When I think about all of the lessons I have learned in three years in Congo, one comes to mind as the most important of them all: The basics of life are 1) difficult to come by and 2) never to be taken for granted. Across the world, people struggle for water, food, and fuel, but never have I seen a daily struggle for the basics burn as it does in eastern Congo.
Standing by the side of a dirt track my colleagues and I took turns cutting a broken radiator fan out of our truck with a razor blade I meant to use for a much needed shave, I was forced again to think about the difficulties in collecting the basics of what it takes to live in Congo. Surrounded by nothing but forest and hoping the truck would eventually start again, I saw nothing much worth looking at besides the occasional woman passing by, always carrying one of the following loads: 1) a plastic container of water, 2) a bunch of cut wood, or 3) a basket of just-harvested manioc or beans. It would be nice to say that these women went about these daily tasks with a certain joie de vivre in recognition of a job well done, but all I saw was perspiration and grit, and the women’s knowledge that the closest village was a long stretch ahead. “Whistle while you work” did not come to mind in the 90 F weather. I watched as the most fundamental of the building blocks of life-food, water, fuel-were passing en route to their final destination on women’s heads and backs, yet only through sweat and drudgery of the highest degree.
I was traveling to a village called Kikonde, a place I have been numerous times before, where SOS FED has kept a reception center for rape victims going despite constant insecurity and logistical challenges. In Kikonde, the sacrifices Congolese women make to achieve the most basis necessities of life were further emphasized in 40-or-so interviews with SOS FED beneficiaries about the situations that have led them to become victims of sexual violence. As Kikonde is now crawling with former CNDP rebels from Laurent Nkunda’s psychotic pack now on the Congolese government’s payroll, we got a predictable number of women reporting that their rapes occurred during the night when soldiers simply kicked in their doors and took and did what they pleased. This is all too common in the epoch of President Kabila’s Amani Leo Operation. However, what took us a bit by surprise during the interviews was the sheer number of women saying that they were attacked and raped during their efforts to bring fuel, water, and food back to their homes for their families. The stories were shockingly unanimous: A woman was walking by herself to a well, by herself to her fields, or by herself to cut wood for her fires, and was taken by soldiers hiding out in the rural areas where these resources are concentrated throughout Congo. We had heard this in other interviews conducted throughout the years and certainly read it in policy papers, yet for some reason the stories stuck out like a sore thumb this time around.
So, if you are working as SOS FED is to prevent women from being overly vulnerable to rape, where is the key point of intervention? These interviews proved that if we ensure that the basics can be achieved by women without increasing their vulnerability to rape, significant strides would be made in the battle against sexual violence. When we asked what women thought would decrease their vulnerability while getting water, wood, and food the answer was as unanimous as the answers to the previous question. Collective management of these resources and strength in numbers in taking these resources to women’s homes would prevent rape. Women offered us examples of their experiences in collective fields, where roving militia members encountered women working in large groups and realized that a large group has an uncanny ability to identify assailants to local authorities. These would-be-rapists were forced to go elsewhere to find more isolated victims. What if there were no isolated would-be victims left to attack?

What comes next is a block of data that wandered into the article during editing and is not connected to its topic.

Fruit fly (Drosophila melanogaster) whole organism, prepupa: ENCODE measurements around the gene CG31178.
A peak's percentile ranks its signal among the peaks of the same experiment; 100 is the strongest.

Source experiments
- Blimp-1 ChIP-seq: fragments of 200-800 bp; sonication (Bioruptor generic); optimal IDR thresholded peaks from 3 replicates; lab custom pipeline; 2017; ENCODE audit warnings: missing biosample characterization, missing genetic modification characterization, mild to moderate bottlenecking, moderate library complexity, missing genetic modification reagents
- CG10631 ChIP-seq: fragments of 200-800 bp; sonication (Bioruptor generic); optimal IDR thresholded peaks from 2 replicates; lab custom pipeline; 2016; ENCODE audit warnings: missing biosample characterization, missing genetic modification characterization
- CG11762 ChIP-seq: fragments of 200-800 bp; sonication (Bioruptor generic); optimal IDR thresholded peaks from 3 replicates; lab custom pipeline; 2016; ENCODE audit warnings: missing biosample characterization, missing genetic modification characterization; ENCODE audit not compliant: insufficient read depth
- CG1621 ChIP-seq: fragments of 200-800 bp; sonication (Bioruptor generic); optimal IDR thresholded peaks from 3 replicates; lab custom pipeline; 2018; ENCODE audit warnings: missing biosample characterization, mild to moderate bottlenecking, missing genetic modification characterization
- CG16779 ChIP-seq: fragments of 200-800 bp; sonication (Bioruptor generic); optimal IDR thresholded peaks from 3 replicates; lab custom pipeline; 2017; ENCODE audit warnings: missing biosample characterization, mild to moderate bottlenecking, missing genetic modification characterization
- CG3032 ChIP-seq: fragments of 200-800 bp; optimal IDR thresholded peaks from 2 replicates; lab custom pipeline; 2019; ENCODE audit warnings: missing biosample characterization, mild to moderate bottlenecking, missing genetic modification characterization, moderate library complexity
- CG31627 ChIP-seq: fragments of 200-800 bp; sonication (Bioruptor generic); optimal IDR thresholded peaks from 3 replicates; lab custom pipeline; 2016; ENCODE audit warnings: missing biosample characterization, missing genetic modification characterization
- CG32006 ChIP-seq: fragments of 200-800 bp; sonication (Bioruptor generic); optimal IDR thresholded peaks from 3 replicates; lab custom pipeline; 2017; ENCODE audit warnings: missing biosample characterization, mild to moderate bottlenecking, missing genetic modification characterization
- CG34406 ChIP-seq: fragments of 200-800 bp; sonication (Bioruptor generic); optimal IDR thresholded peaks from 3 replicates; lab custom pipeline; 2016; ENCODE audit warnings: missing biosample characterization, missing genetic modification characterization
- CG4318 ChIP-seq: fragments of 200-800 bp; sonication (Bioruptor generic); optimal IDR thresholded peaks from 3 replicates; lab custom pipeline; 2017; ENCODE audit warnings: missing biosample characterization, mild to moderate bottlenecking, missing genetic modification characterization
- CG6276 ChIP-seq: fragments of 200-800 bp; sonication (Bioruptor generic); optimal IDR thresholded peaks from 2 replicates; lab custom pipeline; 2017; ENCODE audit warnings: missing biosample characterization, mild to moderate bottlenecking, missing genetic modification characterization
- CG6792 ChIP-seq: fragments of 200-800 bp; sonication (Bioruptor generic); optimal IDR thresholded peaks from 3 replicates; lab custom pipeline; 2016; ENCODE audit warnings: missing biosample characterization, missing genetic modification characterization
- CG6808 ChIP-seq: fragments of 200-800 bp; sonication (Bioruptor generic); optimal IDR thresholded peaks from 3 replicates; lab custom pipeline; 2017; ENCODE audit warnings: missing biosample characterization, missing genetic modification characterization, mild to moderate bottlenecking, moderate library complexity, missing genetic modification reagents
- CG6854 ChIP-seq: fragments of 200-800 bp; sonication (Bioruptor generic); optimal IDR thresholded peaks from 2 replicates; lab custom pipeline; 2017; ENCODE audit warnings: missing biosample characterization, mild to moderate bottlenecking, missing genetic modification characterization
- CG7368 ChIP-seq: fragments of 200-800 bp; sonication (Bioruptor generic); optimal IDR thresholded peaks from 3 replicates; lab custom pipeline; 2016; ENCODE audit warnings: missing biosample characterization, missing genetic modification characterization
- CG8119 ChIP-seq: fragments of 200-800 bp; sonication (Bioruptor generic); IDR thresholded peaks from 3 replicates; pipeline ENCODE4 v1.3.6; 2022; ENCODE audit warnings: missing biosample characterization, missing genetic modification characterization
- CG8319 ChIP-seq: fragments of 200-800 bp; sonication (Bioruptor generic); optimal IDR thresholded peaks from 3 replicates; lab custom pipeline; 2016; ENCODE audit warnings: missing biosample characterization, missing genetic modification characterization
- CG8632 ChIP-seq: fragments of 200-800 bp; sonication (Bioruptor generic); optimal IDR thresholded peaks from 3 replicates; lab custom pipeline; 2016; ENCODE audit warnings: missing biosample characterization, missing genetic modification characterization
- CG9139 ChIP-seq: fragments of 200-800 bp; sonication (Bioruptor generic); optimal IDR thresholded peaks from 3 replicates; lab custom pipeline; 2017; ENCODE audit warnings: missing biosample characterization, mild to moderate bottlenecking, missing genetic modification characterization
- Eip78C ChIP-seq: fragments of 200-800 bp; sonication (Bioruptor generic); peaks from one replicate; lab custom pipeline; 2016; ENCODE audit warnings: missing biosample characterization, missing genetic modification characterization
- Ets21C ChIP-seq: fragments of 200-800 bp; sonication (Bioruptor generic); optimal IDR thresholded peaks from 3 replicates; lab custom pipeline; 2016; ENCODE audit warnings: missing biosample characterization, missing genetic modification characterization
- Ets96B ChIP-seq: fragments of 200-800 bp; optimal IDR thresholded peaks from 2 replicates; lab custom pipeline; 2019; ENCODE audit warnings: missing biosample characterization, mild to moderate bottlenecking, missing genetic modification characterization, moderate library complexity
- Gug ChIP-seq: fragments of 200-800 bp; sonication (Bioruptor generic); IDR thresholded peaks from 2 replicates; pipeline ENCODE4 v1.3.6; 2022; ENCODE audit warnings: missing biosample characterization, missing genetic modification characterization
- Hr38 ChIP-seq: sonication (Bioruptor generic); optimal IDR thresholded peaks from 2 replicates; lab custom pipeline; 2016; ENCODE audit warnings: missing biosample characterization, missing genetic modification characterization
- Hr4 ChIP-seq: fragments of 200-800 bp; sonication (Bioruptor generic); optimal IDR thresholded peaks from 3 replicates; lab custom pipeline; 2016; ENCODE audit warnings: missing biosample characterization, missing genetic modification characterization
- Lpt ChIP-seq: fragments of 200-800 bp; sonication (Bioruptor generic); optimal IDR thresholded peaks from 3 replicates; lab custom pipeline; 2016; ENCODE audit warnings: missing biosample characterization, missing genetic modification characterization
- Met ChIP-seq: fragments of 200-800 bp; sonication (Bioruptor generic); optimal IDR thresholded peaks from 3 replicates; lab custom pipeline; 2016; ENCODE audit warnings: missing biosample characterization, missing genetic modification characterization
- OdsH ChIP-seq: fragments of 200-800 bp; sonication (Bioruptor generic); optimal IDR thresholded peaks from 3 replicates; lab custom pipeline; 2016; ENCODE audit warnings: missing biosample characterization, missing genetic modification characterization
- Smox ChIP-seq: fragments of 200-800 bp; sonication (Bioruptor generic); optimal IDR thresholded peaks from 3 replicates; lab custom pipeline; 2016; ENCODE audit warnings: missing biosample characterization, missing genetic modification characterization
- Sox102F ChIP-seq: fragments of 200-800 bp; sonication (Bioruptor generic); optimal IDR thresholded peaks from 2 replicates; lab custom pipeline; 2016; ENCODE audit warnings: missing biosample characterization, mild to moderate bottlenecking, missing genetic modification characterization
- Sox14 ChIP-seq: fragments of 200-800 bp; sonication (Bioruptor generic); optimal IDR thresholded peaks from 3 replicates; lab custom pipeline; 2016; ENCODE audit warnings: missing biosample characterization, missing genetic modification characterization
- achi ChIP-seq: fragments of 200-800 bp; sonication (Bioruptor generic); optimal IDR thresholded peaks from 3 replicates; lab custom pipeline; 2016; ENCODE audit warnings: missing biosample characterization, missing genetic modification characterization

Thus, an elementary connection between rape in eastern Congo and isolation while bringing home the basic elements of life was made infinitely clearer by our time in Kikonde. It’s another example of the overwhelming truth that local communities know most about the ways to improve their lives. Far too few people, NGOs, and research tanks take the time to ask. Want to know how to stop the war being waged on Congolese women? Just ask the women who have already fallen victim to it.
Me, SOS FED, and AP are now thinking on how exactly to urge communities to collectively work to get these resources where they are needed without putting women in harm’s way. Surely civilians in an area under control of sordid militias are always potential victims of those who carry the AK-47s, but a collectivity of organized civilians working together at key places of vulnerability, such as in their fields or near isolated sources of water, forms a significant “check” against a soldier looking for a lonely and therefore vulnerable target. This is where we need to be focusing our attention to help reduce women’s vulnerability to rape in Congo.
**Caption for photo above-blog portal being difficult with my photo captions-“A Kikonde woman’s embroidered image of her rape, which occurred while she was alone, cultivating her fields in an isolated field. Her story was in sync with many other stories we heard in Kikonde.”
Posted By Ned Meerdink (DR Congo)
Posted Sep 16th, 2010